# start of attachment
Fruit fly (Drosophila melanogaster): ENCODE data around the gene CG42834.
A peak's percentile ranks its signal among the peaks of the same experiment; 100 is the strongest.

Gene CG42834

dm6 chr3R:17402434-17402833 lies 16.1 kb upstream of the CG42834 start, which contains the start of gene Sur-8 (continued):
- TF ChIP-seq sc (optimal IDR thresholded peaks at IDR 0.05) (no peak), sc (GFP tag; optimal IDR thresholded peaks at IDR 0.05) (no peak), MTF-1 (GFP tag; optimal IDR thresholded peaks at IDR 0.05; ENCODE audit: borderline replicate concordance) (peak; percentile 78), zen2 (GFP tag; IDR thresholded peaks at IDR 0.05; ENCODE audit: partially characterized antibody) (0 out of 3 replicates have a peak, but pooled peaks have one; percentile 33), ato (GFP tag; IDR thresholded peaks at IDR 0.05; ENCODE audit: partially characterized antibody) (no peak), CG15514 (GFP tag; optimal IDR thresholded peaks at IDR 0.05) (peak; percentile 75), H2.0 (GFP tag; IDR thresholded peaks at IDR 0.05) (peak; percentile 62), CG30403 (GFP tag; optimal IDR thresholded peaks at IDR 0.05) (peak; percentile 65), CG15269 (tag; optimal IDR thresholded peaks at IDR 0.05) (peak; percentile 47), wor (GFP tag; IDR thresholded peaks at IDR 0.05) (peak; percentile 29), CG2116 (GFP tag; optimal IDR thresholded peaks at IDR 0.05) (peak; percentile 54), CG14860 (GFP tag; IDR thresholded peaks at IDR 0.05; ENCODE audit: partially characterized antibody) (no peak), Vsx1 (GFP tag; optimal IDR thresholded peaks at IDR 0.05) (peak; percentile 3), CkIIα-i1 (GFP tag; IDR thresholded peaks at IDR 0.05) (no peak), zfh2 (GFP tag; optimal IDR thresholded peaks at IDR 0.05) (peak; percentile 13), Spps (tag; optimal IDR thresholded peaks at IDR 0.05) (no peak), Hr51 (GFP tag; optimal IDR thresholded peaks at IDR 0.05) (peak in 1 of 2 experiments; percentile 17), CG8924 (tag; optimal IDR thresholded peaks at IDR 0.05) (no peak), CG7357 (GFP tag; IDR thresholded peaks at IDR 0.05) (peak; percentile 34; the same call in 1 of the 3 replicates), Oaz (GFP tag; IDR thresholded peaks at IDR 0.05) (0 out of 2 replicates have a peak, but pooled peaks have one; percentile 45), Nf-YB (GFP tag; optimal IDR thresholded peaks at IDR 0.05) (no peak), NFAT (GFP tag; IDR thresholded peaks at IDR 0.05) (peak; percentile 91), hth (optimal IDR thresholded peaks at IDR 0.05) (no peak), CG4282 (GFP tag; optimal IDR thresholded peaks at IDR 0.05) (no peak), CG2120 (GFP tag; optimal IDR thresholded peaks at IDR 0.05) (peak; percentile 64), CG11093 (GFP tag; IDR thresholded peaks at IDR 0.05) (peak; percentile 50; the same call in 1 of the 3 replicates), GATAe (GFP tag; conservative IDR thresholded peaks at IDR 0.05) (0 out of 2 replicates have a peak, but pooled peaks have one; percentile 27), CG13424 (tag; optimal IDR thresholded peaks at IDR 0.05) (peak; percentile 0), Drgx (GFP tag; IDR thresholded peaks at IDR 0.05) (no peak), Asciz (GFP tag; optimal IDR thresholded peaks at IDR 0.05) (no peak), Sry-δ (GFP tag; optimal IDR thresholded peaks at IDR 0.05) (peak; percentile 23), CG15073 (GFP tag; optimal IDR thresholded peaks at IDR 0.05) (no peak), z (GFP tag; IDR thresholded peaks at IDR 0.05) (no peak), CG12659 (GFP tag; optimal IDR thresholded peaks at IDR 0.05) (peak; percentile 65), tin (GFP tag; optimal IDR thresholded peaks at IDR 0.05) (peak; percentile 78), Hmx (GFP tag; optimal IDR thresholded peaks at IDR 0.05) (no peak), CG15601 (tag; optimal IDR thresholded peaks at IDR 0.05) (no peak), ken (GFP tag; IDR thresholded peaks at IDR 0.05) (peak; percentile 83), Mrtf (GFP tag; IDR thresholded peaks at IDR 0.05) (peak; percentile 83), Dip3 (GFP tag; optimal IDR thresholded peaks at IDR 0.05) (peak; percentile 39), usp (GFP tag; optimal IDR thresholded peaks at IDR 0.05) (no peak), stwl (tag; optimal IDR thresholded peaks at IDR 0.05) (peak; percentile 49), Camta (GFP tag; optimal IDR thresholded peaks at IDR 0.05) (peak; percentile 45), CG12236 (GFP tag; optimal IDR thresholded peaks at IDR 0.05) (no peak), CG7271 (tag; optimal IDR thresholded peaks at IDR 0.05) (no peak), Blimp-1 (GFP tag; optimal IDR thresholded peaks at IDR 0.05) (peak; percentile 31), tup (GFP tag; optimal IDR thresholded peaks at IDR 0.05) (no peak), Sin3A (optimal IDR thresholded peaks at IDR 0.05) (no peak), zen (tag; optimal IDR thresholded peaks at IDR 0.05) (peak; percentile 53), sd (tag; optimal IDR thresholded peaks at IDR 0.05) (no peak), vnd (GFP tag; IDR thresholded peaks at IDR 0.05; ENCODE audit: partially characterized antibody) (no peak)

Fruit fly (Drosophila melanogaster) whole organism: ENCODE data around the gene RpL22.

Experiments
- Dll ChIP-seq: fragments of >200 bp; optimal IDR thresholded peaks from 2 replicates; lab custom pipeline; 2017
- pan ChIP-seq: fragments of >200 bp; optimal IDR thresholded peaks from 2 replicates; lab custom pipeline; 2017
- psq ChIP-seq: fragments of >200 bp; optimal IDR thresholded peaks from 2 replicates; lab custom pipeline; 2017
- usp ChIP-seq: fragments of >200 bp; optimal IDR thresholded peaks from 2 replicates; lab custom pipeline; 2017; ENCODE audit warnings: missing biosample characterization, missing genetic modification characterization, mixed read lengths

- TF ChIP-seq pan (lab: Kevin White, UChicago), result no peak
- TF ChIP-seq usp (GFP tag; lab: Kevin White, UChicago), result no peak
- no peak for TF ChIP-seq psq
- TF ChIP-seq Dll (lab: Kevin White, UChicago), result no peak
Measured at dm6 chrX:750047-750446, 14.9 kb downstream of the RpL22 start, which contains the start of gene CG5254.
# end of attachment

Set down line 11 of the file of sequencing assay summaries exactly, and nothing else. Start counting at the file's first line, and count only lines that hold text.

- usp ChIP-seq: fragments of >200 bp; optimal IDR thresholded peaks from 2 replicates; lab custom pipeline; 2017; ENCODE audit warnings: missing biosample characterization, missing genetic modification characterization, mixed read lengths